On one visit to the farmer's market Ferdinand's behavior is mistaken for aggressive behavior and he is sent back to guess where - Casa Del Toro. He meets his old pals and some new ones. They make fun of his peaceful ways and tell him that the bulls must fight and compete. Ferdinand does not agree. He in fact arranges for all the bulls to run away from the place telling them there is no way they will ever win a bull fight. The bulls run, Ferdinand is captured and chosen for the bull fight. He does not fight and actually makes the matador attack him while he side steps - it becomes a role reversal for a while - in a cleverly written scene. In the end the crowd falls in love with the bull and ask the matador to spare his life and all's well and it ends well with flowers being thrown into the ring. Ferdinand takes all the bulls back to the farm and they live happily ever after.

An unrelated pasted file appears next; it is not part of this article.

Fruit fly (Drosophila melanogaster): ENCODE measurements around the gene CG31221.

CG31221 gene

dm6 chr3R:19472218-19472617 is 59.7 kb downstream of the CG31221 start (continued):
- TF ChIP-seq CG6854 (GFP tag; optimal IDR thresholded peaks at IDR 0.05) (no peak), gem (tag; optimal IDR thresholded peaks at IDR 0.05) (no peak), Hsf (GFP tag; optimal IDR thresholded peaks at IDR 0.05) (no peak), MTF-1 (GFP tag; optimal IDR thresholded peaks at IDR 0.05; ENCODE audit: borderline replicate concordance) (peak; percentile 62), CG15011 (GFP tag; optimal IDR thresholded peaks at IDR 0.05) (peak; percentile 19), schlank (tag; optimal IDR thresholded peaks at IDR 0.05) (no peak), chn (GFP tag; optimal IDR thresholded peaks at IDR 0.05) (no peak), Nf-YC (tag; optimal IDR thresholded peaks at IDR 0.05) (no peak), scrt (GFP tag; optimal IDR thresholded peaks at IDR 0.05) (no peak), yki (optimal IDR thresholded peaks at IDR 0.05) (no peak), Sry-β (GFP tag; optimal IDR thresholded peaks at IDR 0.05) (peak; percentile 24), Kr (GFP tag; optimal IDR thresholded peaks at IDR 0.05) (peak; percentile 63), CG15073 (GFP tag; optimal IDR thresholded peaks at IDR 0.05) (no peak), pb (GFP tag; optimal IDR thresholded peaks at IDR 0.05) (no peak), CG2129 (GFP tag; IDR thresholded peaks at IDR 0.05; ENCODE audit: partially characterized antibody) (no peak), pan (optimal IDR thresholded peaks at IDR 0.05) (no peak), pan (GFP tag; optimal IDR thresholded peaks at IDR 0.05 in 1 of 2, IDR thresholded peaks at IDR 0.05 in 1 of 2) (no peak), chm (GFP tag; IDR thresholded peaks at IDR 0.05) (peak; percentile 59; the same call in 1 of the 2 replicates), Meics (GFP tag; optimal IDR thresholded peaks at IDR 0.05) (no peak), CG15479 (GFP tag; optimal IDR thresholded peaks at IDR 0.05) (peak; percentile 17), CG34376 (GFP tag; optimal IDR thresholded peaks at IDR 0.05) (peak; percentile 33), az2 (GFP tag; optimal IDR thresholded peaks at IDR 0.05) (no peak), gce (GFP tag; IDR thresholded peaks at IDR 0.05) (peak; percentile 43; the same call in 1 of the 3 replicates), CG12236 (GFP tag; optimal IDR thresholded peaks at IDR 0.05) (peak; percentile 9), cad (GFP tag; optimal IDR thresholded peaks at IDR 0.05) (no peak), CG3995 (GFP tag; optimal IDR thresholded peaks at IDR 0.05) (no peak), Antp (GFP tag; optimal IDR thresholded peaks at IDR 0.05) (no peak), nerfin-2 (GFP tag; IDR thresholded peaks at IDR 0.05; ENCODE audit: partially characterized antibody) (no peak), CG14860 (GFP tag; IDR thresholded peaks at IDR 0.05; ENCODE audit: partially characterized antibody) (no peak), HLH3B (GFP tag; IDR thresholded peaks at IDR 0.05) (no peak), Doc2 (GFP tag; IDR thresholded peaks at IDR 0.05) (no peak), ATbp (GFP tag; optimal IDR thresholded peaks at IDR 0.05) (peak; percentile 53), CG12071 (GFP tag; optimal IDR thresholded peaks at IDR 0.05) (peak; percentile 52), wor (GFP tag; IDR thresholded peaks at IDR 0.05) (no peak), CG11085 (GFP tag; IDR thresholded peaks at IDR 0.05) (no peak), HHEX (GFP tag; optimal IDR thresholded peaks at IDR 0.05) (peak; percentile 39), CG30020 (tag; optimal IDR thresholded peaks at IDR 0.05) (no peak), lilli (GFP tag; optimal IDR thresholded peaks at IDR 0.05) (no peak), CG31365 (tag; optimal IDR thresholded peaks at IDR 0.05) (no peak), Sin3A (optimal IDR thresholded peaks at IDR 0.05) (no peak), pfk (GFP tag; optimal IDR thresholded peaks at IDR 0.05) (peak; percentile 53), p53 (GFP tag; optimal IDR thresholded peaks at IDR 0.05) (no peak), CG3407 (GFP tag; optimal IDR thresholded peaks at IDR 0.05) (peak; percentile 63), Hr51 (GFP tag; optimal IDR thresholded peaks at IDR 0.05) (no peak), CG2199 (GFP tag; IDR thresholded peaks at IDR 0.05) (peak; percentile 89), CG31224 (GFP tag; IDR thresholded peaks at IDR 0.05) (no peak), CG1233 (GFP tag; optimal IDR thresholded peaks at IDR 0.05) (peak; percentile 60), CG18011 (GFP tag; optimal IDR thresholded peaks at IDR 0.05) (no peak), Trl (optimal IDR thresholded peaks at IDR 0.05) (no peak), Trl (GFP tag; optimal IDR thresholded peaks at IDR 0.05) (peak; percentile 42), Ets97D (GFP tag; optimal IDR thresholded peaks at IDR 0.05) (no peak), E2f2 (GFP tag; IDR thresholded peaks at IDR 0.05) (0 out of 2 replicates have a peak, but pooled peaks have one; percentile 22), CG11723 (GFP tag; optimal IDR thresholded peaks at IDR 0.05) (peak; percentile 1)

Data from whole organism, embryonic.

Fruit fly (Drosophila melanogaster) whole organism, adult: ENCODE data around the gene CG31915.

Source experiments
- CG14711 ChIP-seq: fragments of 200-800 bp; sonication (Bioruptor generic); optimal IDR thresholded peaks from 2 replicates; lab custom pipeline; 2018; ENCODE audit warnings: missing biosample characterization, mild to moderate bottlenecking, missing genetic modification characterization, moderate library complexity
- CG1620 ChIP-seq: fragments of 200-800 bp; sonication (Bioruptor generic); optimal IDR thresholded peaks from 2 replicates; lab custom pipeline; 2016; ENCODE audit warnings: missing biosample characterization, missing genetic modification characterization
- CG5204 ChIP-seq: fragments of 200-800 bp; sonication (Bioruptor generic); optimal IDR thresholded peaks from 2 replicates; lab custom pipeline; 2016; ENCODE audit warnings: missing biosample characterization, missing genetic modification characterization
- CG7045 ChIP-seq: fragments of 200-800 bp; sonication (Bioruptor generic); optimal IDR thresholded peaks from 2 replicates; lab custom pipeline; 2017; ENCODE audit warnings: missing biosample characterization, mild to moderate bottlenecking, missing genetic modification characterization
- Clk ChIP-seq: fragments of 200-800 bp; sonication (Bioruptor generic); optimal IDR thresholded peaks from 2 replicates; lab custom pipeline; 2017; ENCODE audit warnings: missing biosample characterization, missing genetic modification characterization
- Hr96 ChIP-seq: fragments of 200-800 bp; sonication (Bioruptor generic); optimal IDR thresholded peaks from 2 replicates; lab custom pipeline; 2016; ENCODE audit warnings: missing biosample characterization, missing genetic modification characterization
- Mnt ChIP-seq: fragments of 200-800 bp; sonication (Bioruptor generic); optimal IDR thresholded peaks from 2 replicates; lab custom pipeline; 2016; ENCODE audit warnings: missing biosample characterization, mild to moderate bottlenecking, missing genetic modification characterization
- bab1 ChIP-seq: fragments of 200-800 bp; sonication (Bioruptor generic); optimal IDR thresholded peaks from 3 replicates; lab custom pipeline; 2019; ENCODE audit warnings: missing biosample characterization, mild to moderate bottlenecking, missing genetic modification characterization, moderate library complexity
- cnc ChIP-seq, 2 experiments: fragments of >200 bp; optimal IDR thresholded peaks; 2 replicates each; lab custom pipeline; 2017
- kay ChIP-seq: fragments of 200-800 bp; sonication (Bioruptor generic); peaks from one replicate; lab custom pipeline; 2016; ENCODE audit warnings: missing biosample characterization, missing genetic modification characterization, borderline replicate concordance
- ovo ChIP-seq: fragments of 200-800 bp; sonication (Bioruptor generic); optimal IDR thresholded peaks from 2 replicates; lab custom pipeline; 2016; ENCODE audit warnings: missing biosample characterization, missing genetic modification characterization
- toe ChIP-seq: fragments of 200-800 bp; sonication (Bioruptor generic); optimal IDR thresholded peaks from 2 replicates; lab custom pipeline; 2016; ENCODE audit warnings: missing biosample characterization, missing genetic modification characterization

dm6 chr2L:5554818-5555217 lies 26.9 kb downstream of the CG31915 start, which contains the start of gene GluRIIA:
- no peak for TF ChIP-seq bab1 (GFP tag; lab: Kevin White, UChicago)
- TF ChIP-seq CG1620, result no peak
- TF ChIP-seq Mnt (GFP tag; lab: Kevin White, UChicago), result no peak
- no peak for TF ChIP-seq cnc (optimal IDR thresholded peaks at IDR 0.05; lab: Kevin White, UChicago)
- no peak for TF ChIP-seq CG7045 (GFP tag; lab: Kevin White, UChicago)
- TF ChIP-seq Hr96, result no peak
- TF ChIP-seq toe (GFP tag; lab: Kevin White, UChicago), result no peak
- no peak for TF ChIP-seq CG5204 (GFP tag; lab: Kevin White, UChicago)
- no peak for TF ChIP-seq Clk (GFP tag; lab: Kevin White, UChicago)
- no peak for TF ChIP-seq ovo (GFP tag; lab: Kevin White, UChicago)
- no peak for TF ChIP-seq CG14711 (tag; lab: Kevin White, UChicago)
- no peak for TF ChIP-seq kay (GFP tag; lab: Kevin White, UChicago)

Moral of the story - you can be the way you want and not get stuck in roles and labels. Nice movie and very watchable indeed. Especially with some caramel popcorn. Ferdinand reminded me of a Hollywood actor but these days all animation characters remind us of some character or the other. How subliminal.

Heat and Dust - Ruth Prawer Jhabwala

Ruth Prawer Jhabwala is the only writer who won an Oscar and a Booker. 'Heat and Dust' won her the Booker for 1975. Her two Oscars came for 'Howard's End' and 'A Room with a View'. 'Heat and Dust' was also made into a movie starring Shashi Kapoor and Julie Andrews..
Penguin, 181 p